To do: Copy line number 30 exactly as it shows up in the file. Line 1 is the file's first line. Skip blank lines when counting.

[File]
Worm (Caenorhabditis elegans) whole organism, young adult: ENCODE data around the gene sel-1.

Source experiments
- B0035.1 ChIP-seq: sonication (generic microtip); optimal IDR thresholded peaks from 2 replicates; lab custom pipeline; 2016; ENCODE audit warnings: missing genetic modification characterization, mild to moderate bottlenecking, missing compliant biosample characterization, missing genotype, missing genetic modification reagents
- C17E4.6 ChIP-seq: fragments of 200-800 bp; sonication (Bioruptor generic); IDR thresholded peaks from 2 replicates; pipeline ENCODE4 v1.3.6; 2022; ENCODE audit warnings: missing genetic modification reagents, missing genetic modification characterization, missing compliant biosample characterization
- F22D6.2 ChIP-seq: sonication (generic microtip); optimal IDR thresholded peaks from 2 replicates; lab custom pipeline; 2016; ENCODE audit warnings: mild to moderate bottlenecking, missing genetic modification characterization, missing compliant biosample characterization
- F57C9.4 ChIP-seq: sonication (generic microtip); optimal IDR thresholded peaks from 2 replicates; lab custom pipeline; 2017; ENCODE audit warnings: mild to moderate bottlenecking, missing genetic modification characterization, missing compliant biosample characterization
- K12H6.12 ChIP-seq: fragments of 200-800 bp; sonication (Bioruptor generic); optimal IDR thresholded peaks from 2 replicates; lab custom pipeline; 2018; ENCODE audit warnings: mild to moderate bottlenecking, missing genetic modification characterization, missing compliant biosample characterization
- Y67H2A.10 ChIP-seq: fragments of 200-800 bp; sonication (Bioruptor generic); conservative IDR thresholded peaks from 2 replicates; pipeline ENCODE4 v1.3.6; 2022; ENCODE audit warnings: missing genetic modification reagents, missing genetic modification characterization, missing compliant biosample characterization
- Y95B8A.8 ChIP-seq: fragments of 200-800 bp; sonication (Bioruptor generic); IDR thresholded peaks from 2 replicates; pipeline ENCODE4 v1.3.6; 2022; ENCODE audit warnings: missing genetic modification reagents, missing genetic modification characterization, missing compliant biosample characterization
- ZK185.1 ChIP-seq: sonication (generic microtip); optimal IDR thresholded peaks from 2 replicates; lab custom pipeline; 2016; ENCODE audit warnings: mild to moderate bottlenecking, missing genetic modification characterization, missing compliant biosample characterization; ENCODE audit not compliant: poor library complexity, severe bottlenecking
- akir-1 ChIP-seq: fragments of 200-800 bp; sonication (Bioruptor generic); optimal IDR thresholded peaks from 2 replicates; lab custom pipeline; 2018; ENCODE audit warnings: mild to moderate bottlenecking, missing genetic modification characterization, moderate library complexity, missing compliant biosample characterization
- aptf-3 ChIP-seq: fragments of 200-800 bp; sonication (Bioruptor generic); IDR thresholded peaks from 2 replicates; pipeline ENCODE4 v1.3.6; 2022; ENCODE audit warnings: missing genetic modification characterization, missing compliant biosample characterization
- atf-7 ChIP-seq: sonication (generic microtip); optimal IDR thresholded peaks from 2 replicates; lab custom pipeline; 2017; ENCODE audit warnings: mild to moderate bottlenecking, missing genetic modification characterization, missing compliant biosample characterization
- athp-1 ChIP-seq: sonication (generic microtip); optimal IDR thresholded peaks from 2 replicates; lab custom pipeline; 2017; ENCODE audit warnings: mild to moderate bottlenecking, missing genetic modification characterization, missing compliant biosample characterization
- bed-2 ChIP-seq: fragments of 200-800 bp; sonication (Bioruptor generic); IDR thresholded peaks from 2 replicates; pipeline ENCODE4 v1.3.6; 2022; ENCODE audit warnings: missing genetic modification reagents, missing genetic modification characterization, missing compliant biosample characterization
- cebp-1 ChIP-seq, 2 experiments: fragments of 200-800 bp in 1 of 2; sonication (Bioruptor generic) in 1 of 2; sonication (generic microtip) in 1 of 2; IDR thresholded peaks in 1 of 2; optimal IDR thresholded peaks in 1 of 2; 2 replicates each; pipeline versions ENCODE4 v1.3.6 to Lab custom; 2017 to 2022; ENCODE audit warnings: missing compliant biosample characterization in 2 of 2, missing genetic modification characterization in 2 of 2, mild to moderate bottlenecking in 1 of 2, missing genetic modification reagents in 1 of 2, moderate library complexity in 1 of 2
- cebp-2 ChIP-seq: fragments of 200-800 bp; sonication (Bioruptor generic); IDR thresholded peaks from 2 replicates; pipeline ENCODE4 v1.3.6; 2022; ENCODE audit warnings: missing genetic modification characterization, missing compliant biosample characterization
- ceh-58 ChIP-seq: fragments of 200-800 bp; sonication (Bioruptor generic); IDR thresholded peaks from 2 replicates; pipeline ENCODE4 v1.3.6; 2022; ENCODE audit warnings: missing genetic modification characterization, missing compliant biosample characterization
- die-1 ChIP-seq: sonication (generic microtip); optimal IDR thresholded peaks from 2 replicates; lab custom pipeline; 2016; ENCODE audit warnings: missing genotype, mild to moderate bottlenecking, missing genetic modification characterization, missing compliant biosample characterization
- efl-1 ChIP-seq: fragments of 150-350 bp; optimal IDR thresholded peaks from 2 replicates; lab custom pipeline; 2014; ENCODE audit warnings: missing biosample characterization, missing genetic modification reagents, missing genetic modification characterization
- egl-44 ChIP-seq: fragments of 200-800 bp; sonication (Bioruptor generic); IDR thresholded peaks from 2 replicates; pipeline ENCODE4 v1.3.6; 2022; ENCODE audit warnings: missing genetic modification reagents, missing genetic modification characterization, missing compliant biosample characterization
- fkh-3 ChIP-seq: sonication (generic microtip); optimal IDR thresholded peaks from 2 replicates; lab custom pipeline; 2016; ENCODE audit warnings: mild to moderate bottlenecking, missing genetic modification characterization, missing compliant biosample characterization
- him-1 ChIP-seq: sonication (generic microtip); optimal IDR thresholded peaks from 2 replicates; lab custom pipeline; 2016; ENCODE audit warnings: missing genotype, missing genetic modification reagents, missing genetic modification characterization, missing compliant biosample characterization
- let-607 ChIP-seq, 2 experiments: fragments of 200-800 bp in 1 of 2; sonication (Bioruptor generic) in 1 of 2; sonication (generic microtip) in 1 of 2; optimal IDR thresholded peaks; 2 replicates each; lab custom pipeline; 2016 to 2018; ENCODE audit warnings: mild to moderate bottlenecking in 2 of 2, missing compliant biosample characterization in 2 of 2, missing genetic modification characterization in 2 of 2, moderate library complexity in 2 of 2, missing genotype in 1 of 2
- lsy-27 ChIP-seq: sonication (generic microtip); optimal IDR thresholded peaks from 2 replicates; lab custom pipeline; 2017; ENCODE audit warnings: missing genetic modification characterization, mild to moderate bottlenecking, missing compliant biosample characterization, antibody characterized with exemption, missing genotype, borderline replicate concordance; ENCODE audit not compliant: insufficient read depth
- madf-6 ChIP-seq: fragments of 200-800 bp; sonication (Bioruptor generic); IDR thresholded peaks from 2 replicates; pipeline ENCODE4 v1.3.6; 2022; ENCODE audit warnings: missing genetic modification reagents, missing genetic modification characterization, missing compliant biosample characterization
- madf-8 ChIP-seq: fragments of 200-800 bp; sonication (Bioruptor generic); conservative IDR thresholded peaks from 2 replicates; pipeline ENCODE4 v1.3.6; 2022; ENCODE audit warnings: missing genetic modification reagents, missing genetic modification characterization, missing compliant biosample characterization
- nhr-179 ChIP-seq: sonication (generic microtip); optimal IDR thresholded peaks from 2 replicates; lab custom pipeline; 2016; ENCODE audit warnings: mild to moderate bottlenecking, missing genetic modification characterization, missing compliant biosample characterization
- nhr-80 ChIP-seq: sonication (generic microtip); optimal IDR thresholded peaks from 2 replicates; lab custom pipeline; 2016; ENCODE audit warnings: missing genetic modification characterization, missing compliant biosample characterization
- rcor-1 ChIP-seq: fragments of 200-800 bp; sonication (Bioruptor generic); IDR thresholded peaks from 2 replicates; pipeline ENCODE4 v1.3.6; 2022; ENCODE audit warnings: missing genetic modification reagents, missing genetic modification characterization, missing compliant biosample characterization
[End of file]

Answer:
- rcor-1 ChIP-seq: fragments of 200-800 bp; sonication (Bioruptor generic); IDR thresholded peaks from 2 replicates; pipeline ENCODE4 v1.3.6; 2022; ENCODE audit warnings: missing genetic modification reagents, missing genetic modification characterization, missing compliant biosample characterization